Here is what has been happening in the world of African Tech this week:
- An interview with Jason Njoku, founder of IrokoTV, known as the “netflix of Africa”. Some good insight in a young business that makes sense because the demand is there on it. On the challenges of growth in Africa, this particular nugget stood out to me: “At present, more people watch iROKOtv in London than they do in the whole of Nigeria.”
- Think you can’t get rich of the Tech in Africa, think again, and again, and again. You get the point? No, then read this article on 5 Kenyan Internet millionaires and weep at your self inflicted misery. Now go back to work so next time, I can list your name here too.
- The International Day for Women in NTIC is on April 26th 2012, and various countries are celebrating it. In Senegal, 1000 girls will be trained in NTIC, Mrs Bitilokho Ndiaye, a technical counselor at the Senegalese Ministry of NTIC said the first step will be in training women in using computers, with software using local languages. The long terms strategy would be to push more girls toward scientific careers.
- A dramatic yet amusing report on the use (or rather misuse) of cellphones in the classrooms of Cote d’Ivoire. Although officially banned from schools, cellphones are ever present in Ivorian schools, and not used in the best possible ways according to the report. Quote from teacher:”Nowadays, we are surprised to find that during class, students get really comfortable and focused on watching movies, pornographic most of the time, instead of following the course”, by a teacher in a high school of Abobo, a popular district of Abidjan. And by students, I bet he means male students. If not movies, the report continues, students are either listening to FM radio, or watching soap operas broadcast daily after the 1:00PM news on RTI, the national television. Cellphones are also used for cheating, this one teacher reported catching a student who admitted to looking for answers to the quizz he was taking online. If it’s not online they look for answers, it’s through SMS sent to friends outside the classroom. Educators are complaining that cellphones are detrimental to the learning environment and on top of phones ringing during class, which totally disturbs the class focus, students rather get in groups and listen to music or watch indecent movies during study hours instead of studying. The schools are trying to fight this with bans, awareness campaigns and confiscations. If found in violation of the rules, a student’s cell phone can be confiscated for the whole school year. Teachers complain that even when parents are involved and called to intervene, they often reply that they have better things to worry about.The students more than often re-offend once their cellphones are returned. Of particular note, this teacher remarks that what despairs him is that he has students coming in missing some of their school supplies, but yet manage to have the latest smartphone. At the time of the interview, he was holding 24 confiscated phones in his desk drawer.
- “Yaboy”, that’s the name of the app that won the first place (Ericsson Application Awards) in the West African and Central category of the Apps for Africa challenge. Yaboy provides crowdsourced information on the prices of fish in different areas of Senegal. The aim is to help Senegalese become smarter consumers. It will be soon be available for download from the Google Play store with new features and other improvements, improving on the version that won the prize. Note that second place was won by FreeDeal of the ESMT school in Dakar Senegal, and third by Dunde, an e-commerce app for farmers and ranchers.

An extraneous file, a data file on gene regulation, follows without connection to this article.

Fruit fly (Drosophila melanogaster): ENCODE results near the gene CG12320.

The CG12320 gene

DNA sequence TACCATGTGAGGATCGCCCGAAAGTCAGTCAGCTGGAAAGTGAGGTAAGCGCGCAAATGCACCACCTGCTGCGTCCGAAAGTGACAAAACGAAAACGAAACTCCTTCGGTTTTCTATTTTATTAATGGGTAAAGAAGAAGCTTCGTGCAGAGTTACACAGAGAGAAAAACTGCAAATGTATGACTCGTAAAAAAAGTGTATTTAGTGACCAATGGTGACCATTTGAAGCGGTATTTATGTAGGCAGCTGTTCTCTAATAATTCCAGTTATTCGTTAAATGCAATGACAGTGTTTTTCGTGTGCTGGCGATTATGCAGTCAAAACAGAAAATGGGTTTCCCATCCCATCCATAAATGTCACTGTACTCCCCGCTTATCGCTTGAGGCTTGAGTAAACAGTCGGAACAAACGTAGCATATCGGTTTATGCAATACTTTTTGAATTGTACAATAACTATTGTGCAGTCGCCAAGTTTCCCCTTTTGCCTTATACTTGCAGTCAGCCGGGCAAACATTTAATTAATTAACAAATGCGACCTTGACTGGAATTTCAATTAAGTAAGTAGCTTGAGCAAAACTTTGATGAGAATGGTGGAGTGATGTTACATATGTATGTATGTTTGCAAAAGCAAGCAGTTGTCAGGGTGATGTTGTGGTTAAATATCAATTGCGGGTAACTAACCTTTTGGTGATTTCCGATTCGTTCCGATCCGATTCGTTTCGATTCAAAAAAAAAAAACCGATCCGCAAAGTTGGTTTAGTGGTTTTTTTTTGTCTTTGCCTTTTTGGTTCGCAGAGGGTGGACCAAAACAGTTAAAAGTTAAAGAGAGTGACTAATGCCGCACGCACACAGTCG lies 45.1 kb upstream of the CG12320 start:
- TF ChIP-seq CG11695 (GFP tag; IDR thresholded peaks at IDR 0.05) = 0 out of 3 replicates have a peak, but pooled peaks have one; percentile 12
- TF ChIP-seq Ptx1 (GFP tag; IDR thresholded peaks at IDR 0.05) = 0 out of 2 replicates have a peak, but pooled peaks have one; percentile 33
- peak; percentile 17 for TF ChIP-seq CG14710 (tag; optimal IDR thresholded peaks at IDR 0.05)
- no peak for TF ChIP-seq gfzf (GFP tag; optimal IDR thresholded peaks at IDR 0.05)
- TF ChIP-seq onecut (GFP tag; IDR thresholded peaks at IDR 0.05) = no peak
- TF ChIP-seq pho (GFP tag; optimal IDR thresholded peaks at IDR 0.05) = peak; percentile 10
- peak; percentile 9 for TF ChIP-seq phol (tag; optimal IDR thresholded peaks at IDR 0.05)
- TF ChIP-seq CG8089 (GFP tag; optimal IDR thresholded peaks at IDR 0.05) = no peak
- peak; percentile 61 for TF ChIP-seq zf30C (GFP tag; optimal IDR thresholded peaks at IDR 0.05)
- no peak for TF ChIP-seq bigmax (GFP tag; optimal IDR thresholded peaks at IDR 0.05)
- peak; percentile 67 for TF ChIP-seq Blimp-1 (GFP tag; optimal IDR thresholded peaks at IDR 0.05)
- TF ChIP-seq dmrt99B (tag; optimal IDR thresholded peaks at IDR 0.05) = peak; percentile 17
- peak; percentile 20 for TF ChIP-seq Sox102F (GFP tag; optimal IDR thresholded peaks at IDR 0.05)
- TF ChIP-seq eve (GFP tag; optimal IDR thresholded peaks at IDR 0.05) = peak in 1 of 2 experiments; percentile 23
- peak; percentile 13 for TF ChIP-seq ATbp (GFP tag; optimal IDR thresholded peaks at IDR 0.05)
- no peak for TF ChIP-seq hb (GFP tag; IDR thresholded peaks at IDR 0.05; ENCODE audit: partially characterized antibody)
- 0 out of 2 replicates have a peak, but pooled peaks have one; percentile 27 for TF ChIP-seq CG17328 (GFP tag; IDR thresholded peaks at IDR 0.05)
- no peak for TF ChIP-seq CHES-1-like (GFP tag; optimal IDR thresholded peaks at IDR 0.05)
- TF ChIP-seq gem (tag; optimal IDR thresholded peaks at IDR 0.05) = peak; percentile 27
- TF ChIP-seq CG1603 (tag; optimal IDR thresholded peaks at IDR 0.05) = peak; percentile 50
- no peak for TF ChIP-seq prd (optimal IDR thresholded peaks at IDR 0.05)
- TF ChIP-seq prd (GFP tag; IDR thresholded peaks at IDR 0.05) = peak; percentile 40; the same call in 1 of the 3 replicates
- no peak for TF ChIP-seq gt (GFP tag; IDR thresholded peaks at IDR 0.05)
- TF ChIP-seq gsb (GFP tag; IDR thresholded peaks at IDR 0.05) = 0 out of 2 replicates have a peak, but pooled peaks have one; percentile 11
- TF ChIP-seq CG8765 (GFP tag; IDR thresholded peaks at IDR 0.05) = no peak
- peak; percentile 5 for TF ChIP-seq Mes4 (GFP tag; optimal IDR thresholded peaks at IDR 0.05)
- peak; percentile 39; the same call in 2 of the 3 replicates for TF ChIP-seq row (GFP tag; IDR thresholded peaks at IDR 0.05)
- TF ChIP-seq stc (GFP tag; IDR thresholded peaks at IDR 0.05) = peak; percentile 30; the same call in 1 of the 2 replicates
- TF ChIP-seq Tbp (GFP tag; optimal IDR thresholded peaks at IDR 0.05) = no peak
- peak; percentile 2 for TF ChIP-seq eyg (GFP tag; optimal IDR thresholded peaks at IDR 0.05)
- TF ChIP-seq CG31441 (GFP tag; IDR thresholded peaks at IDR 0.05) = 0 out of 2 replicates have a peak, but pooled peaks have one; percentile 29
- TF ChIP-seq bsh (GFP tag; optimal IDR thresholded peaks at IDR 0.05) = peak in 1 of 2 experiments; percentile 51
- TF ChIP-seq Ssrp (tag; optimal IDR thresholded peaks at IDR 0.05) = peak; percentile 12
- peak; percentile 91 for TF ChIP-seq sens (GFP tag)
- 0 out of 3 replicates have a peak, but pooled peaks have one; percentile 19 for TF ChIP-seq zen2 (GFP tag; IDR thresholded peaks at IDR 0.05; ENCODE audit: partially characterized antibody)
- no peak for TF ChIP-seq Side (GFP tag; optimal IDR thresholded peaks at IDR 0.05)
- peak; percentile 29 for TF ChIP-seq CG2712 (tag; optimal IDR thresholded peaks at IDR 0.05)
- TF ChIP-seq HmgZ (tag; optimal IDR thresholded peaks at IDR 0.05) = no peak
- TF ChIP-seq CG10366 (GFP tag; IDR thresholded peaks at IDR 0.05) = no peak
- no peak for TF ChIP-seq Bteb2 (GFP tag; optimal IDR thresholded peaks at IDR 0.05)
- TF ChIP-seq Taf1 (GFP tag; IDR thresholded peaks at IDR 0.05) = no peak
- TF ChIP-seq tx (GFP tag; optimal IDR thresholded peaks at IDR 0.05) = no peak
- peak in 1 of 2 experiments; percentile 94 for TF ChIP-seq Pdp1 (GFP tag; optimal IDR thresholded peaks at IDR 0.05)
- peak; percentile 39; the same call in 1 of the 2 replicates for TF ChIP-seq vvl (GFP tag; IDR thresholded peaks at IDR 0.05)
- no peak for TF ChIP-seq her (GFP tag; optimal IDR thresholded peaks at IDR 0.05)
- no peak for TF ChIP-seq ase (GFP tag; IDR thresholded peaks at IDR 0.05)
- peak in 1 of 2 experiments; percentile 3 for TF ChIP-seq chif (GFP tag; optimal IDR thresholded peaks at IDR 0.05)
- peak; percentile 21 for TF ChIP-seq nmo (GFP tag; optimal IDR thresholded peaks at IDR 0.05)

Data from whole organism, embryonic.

- Not essentially tech related, but there is a heated debate going on right now because of the Burberry Spring/Summer 2012 collection and its African or lack thereof inspiration. At issue here:
Leading African global and style culture magazine from This Day, ARISE Magazine, reportedly, placed a call to world-renowned label BURBERRY to find out what inspired their Spring/Summer 2012 which featured heavily what we refer to in these parts as Ankara (tribal print) (but what was officially referred to as eclectic print by Burberry) The label was reported to have said it was NOT inspired by Africa. It is this statement that has caused uproar as African fashion stakeholders are scandalized that Burberry would state that it did not draw inspiration from Africa as regards a collection that featured overwhelming prints that have been regarded as and are believed to be distinctly African.
- In other video related news, Buni.Tv a new Pan African web and mobile Pan-African digital video platform for you to check out. At launch, the platform will offer the entire 5 seasons of the very popular Kenyan political satire The XYZ Show (produced by parent company Buni Media), award-winning Kenyan animation films like Kwame Nyong’o’s The Legend of Ngong Hills, documentaries by Egyptian filmmaker Abu Bakr Shawky, Nigerian children TV program Bino and Fino, music videos from across the continent, as well as content provided by its partnership with Scotland’s Africa in Motion film festival. Buni TV will also act as a curator, showcasing film trailers and other videos already existing online but notoriously hard to find.
- #UgandaSpeaks: A New Ugandan Bloggers’ Initiative to Correct #Kony2012 Mistakes on TechMtaa.
- After Dakar, it’s Startup Weekend time in Kampala, Uganda from April 27th to the 29th 2012.
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